Copyright R. Zamenhof, 2013.
Diagrammatic depiction of the principles behind carbon dating. Carbon-14 (radioactive, with half-life of 5,730 years) is created in the atmosphere by nuclear interaction of cosmic rays and atmospheric nitrogen. Plants absorb the carbon-14 via carbon dioxide and people and animals absorb carbon-14 by consuming the plants. An equilibrium between carbon-14 in the atmosphere and in living organisms makes the carbon-14 / carbon-12 (non-radioactive) ratio remain constant. But when a living organism dies, no more carbon-14 is absorbed, so as the carbon-14 decays, the carbon-14 / carbon-12 ratio decreases with time. Measuring this ratio precisely provides the age of the organism at death
The general technique of radiometric dating was first published in 1907 by Bertram Boltwood, and is now the principal source of information about the absolute age of rocks and other geological entities. It can be used to date a wide range of natural and man-made materials including the age of the Earth itself.
Carbon Dating of Organic Materials
A specific subgroup of radiometric dating is called Carbon Dating, and is generally used to date plant and animal remains. Carbon dating was invented by Willard Libby in the late 1940s, and soon after became a standard tool for archaeologists and anthropologists.
The most prevalent radionuclide found in the tissues of living plants and animals is carbon-14 (*C-14) (the asterisk is there as a reminder that the carbon isotope is radioactive). *C-14 is produced by the interaction of neutrons (a major component of cosmic rays) with nitrogen in our atmosphere. The *C-14 then combines with oxygen in the atmosphere to produce *C-14 carbon dioxide, which eventually makes its way into living plants. The *C-14 then enters the food chain and enters the bodies of living animals. The *C-14 in living plants and animals gradually decreases in concentration with time due to radioactive decay, but it is continually replenished by the intake of additional *C-14 through plant respiration and the food chain. Eventually, a constant equilibrium concentration of *C-14 develops in the living plants and animals, in parallel with a corresponding equilibrium concentration of the non-radioactive isotope of carbon, C-12. Both C-12 and *C-14 are regulated to equilibrium through their absorption (as C-12 and *C-14 carbon dioxide) and their subsequent excretion as sugars. The difference here is that the C-12 does not radioactively decay while *C-14 does, so the equilibrium achieved is at a lower plant concentration for *C-14 than for C-12. In animals, carbon is absorbed via plant food and excreted as carbon dioxide in breath. The net result of the above processes is that the ratio [*C-14 / C-12] in living plants and animals also equilibrates to a constant value.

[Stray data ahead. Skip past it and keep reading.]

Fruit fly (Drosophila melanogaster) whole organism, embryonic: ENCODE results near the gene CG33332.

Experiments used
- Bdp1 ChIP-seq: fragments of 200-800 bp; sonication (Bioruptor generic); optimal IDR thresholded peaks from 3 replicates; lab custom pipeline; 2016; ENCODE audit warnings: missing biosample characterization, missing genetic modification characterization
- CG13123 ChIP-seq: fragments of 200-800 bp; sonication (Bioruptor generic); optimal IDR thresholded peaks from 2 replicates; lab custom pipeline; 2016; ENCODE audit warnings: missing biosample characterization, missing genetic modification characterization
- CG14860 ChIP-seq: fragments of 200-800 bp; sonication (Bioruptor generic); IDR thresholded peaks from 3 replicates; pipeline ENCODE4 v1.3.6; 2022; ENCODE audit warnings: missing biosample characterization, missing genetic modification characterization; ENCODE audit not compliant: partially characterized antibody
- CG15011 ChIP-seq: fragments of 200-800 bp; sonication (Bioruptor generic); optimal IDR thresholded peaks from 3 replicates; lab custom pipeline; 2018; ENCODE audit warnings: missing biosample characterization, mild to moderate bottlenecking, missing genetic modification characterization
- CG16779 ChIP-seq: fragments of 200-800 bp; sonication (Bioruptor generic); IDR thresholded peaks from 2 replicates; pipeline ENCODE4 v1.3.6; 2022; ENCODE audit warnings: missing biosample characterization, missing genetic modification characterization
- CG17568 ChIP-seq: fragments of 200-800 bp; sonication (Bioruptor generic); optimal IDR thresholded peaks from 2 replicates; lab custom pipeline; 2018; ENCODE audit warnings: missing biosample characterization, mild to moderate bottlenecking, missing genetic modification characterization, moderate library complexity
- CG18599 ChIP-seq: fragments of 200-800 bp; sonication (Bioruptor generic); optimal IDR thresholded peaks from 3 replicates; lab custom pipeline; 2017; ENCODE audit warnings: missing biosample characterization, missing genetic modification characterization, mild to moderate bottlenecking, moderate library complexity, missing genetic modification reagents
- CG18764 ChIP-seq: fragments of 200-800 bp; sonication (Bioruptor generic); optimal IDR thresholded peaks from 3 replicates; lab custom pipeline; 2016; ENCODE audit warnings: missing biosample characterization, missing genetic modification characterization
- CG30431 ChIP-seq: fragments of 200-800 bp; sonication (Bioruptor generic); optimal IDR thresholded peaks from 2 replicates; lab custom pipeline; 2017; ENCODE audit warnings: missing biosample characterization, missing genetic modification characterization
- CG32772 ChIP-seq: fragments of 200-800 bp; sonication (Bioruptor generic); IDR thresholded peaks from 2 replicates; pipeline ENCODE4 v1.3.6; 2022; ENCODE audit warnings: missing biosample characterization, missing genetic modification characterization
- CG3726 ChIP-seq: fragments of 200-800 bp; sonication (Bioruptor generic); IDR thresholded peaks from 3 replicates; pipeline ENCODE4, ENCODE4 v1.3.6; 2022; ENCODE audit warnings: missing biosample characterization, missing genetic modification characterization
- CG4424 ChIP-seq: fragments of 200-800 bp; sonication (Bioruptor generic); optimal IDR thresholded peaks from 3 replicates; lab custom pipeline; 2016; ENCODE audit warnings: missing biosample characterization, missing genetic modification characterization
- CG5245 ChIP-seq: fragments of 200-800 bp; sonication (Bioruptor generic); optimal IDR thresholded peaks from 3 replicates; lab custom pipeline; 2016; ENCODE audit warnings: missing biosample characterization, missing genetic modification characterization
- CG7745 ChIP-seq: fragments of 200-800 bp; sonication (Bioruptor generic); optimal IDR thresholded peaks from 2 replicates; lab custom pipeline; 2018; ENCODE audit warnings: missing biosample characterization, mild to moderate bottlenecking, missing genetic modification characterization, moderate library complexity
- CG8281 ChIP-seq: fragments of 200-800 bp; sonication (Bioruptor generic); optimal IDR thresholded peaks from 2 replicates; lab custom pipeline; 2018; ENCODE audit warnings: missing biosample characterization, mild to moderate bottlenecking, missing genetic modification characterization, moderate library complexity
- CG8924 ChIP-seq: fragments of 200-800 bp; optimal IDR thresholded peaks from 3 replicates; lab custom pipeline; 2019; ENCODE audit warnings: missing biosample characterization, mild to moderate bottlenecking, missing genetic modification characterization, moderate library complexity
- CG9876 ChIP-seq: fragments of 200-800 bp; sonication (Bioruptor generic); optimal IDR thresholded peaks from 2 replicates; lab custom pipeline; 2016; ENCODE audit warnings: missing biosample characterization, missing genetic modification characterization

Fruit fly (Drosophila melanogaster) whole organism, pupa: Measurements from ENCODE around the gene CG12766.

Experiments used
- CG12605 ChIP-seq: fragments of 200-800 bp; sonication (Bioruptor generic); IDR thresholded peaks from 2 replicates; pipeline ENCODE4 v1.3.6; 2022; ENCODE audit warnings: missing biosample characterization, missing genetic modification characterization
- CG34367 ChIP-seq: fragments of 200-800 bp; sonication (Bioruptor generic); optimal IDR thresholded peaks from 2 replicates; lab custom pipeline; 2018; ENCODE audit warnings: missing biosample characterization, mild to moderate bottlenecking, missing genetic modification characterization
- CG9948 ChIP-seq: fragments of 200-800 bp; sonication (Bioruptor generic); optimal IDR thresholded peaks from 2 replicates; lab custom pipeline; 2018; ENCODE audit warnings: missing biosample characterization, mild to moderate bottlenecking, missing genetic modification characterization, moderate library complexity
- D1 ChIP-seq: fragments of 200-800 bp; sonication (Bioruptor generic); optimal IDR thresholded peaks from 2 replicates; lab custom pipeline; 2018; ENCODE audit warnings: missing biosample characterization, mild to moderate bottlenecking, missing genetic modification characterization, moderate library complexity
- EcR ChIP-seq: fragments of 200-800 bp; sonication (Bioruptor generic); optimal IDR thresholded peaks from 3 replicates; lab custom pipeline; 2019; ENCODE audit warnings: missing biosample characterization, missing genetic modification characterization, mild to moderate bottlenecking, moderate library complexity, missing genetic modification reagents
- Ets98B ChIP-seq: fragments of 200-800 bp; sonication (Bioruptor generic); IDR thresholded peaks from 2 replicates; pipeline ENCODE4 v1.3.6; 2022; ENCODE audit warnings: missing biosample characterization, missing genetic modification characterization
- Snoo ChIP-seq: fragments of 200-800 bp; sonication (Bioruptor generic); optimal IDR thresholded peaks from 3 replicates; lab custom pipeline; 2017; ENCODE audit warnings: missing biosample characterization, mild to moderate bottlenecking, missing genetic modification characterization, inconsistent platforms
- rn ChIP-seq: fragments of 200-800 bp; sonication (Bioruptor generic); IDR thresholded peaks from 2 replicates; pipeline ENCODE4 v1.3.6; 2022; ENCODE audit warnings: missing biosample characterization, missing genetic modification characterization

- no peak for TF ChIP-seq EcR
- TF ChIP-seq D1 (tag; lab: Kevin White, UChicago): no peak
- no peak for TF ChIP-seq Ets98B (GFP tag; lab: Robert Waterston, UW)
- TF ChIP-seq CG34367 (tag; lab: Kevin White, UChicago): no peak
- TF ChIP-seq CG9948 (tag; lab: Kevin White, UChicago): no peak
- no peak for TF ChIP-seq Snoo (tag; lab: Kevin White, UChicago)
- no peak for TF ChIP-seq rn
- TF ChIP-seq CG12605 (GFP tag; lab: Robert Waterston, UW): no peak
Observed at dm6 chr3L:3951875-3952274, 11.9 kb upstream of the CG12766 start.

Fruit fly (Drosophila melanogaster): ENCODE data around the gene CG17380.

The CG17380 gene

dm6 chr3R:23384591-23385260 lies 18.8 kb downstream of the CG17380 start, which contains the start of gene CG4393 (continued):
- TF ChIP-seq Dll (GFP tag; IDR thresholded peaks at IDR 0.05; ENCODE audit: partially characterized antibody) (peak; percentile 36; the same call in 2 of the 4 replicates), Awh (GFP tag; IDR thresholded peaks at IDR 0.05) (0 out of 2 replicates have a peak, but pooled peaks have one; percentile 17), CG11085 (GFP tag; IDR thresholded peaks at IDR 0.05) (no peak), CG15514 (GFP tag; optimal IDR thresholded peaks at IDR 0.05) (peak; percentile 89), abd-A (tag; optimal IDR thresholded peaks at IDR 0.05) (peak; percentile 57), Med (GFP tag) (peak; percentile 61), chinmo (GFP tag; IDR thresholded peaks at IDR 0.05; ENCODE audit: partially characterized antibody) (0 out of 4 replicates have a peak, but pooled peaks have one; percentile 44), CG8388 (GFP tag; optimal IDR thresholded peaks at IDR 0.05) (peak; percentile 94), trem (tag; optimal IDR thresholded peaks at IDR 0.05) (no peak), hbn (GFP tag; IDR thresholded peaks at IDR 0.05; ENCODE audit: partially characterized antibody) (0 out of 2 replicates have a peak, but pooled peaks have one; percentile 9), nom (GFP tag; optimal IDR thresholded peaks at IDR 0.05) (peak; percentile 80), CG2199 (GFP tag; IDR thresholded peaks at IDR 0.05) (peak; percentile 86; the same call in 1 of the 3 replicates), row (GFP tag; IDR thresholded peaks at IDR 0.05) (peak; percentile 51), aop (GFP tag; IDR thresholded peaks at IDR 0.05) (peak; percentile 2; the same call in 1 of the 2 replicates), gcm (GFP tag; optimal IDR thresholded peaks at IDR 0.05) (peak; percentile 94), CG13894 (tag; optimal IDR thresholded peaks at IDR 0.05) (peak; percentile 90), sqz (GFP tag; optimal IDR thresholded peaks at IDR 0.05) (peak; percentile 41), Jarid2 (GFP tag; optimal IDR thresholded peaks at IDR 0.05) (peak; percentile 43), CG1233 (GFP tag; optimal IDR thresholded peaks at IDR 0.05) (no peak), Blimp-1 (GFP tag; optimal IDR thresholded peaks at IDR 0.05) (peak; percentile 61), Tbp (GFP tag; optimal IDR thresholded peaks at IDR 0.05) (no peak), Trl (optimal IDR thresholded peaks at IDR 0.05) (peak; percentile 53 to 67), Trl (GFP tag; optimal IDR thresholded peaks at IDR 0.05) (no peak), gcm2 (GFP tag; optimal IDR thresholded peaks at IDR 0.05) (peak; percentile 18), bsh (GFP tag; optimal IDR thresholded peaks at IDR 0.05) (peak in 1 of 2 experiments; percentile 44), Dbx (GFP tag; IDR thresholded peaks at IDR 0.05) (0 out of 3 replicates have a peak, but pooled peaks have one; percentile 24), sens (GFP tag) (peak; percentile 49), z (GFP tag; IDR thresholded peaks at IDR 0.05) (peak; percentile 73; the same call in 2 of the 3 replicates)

When the plant or animal dies, the absorption of C-12 and *C-14 abruptly ceases. Consequently, while the C-12 that was present at the time of death remains at a fixed concentration, the *C-14 that was present at the time of death gradually decreases in concentration through radioactive decay with a half-life of 28,650 years. Therefore, the ratio of [*C-14 / C-12] also decreases with time after death of the plant or animal. After about 5 half-lives of *C-14 (i.e., about 716,250 years), this ratio has fallen to almost zero (5 half-lives is a rule-of-thumb for estimating the time required for a radionuclide to decay to approximately 1% of its initial activity). By accurately measuring the ratio of [*C-14 / C-12] within this time window using sensitive nuclear analytic instruments such as mass spectrometers, the time since death of a living organism can be determined quite accurately over a time scale of approximately 60,000 years.